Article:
Pharmacist characteristics, medication use perceptions, and professional satisfaction: a first national survey in the state of Qatar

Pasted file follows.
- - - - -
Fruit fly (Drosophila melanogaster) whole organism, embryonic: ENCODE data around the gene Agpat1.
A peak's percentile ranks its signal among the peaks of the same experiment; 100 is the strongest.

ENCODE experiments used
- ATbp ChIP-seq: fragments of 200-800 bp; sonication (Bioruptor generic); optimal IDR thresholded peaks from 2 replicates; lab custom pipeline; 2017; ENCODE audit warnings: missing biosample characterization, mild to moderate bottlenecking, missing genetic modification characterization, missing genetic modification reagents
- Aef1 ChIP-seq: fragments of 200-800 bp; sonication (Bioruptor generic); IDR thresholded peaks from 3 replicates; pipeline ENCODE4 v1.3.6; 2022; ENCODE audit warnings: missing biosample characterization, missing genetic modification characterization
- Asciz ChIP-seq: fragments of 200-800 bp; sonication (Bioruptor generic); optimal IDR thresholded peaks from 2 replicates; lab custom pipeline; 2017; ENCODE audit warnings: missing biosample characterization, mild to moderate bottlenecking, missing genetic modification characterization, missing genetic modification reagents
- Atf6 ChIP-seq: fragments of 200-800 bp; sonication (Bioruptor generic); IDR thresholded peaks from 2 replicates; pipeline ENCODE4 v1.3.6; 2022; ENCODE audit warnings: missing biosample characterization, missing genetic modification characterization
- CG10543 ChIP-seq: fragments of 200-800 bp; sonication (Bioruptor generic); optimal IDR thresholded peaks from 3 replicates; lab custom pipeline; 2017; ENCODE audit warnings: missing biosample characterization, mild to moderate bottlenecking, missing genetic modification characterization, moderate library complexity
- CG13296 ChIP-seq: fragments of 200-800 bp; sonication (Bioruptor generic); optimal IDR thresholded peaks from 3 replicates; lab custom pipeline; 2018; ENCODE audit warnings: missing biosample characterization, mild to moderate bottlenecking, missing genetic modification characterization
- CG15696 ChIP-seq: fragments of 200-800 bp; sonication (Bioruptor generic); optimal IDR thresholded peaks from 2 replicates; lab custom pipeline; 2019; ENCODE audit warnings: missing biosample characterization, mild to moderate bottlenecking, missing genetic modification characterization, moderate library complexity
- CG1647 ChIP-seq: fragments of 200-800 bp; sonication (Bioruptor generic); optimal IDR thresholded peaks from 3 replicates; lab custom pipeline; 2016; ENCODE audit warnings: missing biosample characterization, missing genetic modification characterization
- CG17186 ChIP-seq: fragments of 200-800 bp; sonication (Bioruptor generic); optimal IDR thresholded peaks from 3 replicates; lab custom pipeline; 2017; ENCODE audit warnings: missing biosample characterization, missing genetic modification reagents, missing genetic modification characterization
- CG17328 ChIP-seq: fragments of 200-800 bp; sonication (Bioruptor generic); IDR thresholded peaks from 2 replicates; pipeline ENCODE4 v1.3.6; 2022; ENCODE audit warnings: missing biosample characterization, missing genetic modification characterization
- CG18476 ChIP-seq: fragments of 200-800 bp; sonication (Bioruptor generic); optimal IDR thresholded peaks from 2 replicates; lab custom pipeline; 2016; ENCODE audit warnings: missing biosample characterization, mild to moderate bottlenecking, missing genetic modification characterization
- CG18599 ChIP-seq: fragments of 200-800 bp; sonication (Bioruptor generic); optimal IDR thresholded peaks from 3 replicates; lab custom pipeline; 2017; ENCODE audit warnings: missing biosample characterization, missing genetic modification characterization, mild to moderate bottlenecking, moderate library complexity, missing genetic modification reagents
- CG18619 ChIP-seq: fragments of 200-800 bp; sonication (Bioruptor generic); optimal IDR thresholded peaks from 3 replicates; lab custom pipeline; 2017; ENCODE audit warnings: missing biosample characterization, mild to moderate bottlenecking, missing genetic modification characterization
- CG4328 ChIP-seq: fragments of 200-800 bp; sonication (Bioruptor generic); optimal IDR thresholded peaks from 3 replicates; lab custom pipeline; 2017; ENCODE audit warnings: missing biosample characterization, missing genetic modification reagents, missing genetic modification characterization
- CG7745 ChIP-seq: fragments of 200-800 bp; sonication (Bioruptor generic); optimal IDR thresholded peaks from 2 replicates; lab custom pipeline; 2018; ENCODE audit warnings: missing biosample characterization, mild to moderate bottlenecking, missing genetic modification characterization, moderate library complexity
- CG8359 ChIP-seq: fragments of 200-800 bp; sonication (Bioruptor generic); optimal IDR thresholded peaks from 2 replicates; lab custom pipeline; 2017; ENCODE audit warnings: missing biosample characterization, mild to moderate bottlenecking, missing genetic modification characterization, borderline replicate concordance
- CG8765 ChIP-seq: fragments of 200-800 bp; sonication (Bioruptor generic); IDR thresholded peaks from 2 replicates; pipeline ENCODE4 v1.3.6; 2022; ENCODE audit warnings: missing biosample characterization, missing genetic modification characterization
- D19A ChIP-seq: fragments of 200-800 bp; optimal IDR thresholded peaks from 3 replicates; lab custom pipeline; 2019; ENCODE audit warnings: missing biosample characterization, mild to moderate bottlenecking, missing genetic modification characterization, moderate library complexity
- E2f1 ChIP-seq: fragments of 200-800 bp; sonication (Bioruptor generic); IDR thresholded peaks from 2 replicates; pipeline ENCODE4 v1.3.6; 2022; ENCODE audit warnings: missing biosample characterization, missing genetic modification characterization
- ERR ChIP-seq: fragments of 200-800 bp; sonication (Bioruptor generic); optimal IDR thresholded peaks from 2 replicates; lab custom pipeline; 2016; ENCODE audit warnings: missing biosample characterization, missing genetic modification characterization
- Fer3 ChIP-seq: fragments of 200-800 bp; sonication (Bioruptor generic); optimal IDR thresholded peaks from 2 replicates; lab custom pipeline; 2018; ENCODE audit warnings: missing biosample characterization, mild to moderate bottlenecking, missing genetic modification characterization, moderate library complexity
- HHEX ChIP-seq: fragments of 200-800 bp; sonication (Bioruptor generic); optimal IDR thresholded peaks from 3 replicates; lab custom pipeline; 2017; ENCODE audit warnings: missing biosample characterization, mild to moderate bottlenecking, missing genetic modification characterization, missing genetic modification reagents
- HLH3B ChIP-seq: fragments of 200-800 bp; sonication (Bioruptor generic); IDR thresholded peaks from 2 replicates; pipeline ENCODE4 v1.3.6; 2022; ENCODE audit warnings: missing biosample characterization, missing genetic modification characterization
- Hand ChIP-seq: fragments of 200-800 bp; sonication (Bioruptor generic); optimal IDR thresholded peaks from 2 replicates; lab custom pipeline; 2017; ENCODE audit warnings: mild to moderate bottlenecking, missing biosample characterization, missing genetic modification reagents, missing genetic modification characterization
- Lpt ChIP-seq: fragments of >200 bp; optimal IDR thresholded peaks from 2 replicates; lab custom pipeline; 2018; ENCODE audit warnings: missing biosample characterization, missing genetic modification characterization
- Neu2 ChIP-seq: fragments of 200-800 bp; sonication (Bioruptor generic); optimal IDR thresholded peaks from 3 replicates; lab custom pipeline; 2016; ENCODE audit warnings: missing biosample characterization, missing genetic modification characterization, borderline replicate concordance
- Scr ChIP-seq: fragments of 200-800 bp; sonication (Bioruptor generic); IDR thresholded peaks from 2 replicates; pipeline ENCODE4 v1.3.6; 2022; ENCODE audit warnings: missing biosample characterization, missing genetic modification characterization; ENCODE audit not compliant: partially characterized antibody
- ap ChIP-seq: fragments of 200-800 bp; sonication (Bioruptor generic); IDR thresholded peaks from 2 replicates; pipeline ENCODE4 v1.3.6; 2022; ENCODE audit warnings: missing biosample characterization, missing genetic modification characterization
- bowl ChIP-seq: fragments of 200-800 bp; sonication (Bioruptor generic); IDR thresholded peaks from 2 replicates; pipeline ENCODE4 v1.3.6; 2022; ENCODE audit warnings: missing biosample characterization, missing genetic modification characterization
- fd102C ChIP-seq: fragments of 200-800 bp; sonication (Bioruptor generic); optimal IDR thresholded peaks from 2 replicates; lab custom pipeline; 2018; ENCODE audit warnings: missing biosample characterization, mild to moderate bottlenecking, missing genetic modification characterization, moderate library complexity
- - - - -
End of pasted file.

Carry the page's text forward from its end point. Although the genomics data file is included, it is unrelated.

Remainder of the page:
Journal of Healthcare Leadership, Feb 2011